About 2,250 years ago, Archimedes demanded a lever long enough to move the world. Fifty years ago, via the crew of Apollo 11 and the thousands of scientists and technicians who powered the Saturn V into orbit and the Eagle lander down to Mare Tranquillitatis on the moon, Nasa provided the human race with that lever, visibly changing our world view forever with distant images of men on the moon and the footprints they left behind for eternity in lunar dust. The benefit of distance is what Archimedes had sought, and here was visible proof that it had been achieved. These are the images that we recall when we think of Apollo 11, and they changed our perception of humanity. In the popular imagination, an earthbound bipedal species became a spacefaring race on July 20, 1969, ready to launch itself into the void. After this, the universe was the limit.
But there were other images from the Apollo 11 moon landing that produced another and equally powerful change in the imagination. It was a set of amazingly clear pictures of earthrise, with the home planet peeping over the lunar horizon. Point of view determines ways of seeing. Here, at the length of a cosmic arm, was evidence of what we had known theoretically for centuries — that we are tiny beings on a tiny though colourful planet, circling an unremarkable sun at the end of a spiral arm of the Milky Way galaxy, far from the anvil of stars at the centre. Denizens of a provincial planet, who are nevertheless rapidly developing the science to reach for the stars.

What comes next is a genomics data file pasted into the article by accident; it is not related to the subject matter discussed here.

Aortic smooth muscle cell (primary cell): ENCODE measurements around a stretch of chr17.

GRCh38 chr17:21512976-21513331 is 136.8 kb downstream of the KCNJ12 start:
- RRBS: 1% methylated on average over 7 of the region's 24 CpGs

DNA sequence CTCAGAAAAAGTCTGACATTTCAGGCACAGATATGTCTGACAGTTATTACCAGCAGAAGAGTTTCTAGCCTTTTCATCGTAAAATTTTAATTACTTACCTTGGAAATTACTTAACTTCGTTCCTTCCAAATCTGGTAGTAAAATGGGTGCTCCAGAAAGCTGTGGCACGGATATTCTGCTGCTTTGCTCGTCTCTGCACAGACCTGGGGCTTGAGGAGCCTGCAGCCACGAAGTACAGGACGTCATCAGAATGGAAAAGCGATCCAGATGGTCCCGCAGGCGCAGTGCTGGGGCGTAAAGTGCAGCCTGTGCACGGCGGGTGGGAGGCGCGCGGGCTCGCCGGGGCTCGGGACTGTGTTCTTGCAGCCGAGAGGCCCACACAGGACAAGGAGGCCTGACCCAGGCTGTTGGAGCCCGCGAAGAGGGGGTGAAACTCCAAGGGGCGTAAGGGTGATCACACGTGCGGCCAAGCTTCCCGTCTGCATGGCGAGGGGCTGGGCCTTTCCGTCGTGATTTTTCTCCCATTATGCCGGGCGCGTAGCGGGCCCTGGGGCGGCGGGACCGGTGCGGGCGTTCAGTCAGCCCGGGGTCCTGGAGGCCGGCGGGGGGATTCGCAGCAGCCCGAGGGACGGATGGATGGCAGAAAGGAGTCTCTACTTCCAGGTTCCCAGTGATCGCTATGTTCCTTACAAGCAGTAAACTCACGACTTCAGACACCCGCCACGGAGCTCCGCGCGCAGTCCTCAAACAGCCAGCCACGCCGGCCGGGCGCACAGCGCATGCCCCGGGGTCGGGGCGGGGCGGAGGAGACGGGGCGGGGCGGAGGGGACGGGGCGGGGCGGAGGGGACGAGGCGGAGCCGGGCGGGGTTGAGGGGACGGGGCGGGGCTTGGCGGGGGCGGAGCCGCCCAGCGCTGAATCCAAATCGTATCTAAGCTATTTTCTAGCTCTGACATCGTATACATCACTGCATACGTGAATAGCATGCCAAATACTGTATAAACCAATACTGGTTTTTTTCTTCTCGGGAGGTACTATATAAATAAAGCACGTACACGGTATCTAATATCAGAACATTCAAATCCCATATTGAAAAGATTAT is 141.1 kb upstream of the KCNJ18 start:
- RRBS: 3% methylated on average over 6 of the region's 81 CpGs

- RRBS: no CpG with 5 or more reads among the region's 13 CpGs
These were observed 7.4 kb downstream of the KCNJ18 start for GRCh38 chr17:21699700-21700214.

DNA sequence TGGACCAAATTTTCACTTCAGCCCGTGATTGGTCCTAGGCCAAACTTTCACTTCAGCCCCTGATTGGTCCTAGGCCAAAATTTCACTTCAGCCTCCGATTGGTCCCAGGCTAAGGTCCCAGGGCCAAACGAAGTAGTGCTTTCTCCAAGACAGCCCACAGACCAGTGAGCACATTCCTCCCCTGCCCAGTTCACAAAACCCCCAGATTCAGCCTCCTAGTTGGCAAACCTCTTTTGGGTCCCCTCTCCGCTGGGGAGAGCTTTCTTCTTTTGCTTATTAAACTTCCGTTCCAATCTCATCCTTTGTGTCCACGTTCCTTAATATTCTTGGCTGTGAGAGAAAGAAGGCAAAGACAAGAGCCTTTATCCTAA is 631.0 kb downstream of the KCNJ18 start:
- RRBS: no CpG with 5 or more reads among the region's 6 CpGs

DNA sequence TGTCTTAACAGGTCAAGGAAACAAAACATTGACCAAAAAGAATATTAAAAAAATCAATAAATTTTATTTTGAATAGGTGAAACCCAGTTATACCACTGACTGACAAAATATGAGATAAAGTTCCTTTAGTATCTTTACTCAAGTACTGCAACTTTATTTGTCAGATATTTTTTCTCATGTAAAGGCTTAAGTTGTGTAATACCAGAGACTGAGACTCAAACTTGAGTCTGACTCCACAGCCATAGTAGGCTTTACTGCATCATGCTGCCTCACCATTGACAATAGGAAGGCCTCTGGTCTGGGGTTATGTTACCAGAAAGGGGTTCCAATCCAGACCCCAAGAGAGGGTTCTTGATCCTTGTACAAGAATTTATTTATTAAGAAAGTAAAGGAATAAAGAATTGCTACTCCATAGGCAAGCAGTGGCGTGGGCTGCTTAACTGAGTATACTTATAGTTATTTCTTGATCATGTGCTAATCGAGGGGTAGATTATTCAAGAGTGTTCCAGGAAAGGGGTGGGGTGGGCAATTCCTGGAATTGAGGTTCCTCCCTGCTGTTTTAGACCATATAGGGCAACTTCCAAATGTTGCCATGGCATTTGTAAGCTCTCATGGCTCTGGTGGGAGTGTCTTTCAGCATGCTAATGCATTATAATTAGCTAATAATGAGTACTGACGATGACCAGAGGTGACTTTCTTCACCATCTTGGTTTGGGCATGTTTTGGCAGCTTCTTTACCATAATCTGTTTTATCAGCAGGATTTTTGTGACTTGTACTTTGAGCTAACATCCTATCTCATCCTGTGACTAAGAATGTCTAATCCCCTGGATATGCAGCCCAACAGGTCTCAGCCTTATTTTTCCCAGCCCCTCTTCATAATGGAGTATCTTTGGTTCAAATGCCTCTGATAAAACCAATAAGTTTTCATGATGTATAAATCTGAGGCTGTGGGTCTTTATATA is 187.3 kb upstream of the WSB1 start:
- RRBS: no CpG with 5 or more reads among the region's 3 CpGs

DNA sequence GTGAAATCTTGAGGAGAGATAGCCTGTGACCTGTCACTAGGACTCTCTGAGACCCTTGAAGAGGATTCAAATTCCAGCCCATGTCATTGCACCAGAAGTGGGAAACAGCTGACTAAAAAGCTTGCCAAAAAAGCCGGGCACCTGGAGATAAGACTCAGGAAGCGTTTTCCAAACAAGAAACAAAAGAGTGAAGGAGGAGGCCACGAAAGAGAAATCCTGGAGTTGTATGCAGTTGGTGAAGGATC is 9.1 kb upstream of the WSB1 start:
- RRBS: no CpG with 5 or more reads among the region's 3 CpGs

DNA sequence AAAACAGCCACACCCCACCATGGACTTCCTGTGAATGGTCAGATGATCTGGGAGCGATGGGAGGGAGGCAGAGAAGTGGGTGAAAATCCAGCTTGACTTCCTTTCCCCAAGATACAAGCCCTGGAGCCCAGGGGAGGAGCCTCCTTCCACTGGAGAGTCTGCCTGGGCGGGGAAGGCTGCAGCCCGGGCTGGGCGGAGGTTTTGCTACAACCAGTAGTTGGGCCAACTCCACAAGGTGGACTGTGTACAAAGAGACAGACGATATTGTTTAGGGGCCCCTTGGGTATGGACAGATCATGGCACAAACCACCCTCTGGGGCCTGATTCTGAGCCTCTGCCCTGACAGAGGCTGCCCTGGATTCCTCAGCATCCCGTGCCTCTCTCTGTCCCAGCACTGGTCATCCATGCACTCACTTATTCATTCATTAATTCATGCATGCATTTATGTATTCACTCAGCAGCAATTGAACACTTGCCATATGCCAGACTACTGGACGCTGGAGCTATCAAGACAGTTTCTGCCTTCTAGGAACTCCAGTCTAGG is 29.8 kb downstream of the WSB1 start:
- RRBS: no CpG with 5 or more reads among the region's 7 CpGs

Much is made of the contributions of the moon mission to how we live. It is said to have spun off Velcro and Teflon, for instance. It is Booker-quality fiction, for they were invented much earlier in Switzerland and by DuPont, respectively. Apollo 11 did spin off innovations like car vacuum cleaners, handheld machine tools and the oxygen masks which, in the litany of the airlines’ safety drill, “drop down from the panel above you” in emergencies. But its technical innovations were unremarkable in comparison to the mind-altering quality of its message. Fifty years after, with two Asian powers shooting for the moon and private enterprise planning manned Mars missions and commercial flights at the edge of space, the human race is almost ready to fly the coop.